Dolphin Stuck in Brooklyn’s Gowanus Canal

A dolphin is stuck in Gowanus Canal in Brooklyn. Riverhead Foundation marine biologists and New York City police officers are working to free the mammal from the murky waterway.

The Harbor and Emergency Service responders are hoping that when high tide hits on Friday evening, the dolphin will be able to free itself, Newsday notes.

Despite incredibly chilly temperatures, crowds have gathered along the bridge and canal bank to encourage the trapped dolphin. The injured mammal is approximately seven feet long and weighs around 200 pounds.

NYPD Deputy Commissioner Paul Brown had this to say about the dolphin stuck in Brooklyn:

“The responding officers will standby to assist Riverhead Foundation personnel when and if they decide it may be necessary to enter the water in the morning to aid the dolphin as the tide recedes.”

The stranded dolphin was struggling when spotted near the Union Street Bridge, according to the New York Daily News. Due to the pollution in the Gowanus Canal, rescue options for emergency workers were strictly limited.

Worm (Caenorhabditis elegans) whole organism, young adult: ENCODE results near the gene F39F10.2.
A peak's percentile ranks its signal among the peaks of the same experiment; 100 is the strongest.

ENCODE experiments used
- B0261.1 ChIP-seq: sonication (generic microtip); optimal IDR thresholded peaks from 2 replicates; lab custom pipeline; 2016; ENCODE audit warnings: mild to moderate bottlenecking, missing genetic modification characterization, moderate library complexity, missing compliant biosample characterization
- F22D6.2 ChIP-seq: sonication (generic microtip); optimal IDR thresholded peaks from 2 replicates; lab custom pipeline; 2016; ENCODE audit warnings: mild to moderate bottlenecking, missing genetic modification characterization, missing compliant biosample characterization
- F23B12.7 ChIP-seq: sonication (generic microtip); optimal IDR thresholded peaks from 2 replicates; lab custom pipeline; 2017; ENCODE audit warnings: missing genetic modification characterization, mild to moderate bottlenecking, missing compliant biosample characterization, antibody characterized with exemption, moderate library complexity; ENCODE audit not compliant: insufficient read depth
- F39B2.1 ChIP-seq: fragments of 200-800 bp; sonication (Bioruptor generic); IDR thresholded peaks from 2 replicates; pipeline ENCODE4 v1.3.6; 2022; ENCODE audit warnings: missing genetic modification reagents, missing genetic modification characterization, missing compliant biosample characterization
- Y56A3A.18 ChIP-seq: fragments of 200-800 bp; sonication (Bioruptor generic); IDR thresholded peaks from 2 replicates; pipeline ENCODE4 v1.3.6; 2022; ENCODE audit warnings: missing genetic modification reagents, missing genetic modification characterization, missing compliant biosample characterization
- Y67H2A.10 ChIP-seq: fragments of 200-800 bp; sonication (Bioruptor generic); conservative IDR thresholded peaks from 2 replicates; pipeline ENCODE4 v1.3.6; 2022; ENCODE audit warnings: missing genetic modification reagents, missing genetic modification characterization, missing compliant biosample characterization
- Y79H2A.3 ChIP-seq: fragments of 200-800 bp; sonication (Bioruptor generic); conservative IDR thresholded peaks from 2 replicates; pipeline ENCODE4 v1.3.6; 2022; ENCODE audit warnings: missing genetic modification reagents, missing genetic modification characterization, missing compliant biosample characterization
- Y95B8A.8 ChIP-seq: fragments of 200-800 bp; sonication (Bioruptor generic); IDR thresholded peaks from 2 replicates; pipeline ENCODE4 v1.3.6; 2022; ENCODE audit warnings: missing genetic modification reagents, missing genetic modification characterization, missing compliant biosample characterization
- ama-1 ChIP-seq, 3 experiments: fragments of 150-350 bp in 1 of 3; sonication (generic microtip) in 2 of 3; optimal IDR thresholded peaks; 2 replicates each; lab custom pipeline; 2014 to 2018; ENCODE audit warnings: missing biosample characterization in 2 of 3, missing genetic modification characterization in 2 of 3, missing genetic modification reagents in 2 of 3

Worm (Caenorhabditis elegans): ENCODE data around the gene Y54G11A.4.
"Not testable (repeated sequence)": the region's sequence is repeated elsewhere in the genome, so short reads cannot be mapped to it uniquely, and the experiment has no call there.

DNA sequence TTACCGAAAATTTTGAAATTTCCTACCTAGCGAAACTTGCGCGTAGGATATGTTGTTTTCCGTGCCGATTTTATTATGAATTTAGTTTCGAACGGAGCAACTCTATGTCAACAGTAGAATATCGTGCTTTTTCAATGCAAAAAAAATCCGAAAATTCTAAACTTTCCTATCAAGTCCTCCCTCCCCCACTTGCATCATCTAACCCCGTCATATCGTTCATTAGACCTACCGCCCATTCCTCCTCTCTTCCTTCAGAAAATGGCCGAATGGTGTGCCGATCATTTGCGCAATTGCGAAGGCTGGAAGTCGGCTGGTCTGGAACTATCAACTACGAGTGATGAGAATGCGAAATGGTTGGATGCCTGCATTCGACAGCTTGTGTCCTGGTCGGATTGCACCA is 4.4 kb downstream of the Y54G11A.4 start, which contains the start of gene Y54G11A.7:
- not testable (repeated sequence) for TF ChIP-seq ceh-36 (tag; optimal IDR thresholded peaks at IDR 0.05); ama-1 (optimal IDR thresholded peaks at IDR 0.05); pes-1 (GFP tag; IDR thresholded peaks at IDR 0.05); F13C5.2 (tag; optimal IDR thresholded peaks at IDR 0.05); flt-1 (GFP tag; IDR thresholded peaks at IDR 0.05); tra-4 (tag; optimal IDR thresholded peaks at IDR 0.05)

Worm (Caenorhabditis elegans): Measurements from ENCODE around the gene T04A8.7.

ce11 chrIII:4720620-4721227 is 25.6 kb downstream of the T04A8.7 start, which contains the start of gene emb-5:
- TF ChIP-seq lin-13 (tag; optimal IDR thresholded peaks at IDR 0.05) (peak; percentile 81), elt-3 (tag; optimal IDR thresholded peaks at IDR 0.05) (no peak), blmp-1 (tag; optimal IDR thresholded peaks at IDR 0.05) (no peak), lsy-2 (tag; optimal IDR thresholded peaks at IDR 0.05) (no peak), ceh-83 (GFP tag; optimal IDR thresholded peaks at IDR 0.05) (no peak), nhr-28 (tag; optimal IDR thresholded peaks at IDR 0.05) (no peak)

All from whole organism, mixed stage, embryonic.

The dolphin appears almost black in color, possibly due to the pollution and trash in the Gowanus Canal. Those gathered around voicing encouragement and prayers also noted the stench exuding off the Brooklyn waterway.

The EPA placed the Gowanus Canal on a list of “Superfund sites” in 2010. The area was once bordered by chemical plants and factories. The Brooklyn canal is regarded as one of the most polluted waterways in New York City.

Rescuers and passersby were reportedly struggling emotionally while watching the injured dolphin fight for life. It was likely very difficult for the marine biologists and other emergency workers to watch blood drip from the dolphin’s dorsal fin and not be able to help.

Riverhead Foundation senior biologist Robert DiGiovanni had this to say about the injured dolphin in the Gowanus Canal:

“Unfortunately, all we can do is watch and wait for the tide to rise, so the animal can get out on its own. It’s not safe for us to get people in the water. This is an animal that’s in really shallow water. But the water is so murky, it’s really hard to tell how it’s doing.”

Although it is not unusual for dolphins to sporadically swim in the Brooklyn, it is reportedly rare for a dolphin to break away from the pod and go it alone. Marine biologists on site also noted that is it rare for dolphins to swim so close to the Union Street Bridge.

Residents and rescuers alike are hoping for the best, but preparing for the worst. The odds for survival are not necessarily in the stranded dolphins favor. A young minke whale was trapped in the Gowanus Canal in 2007 and died before it could be coerced back into the open water.

[Image via: Who’s Talking]

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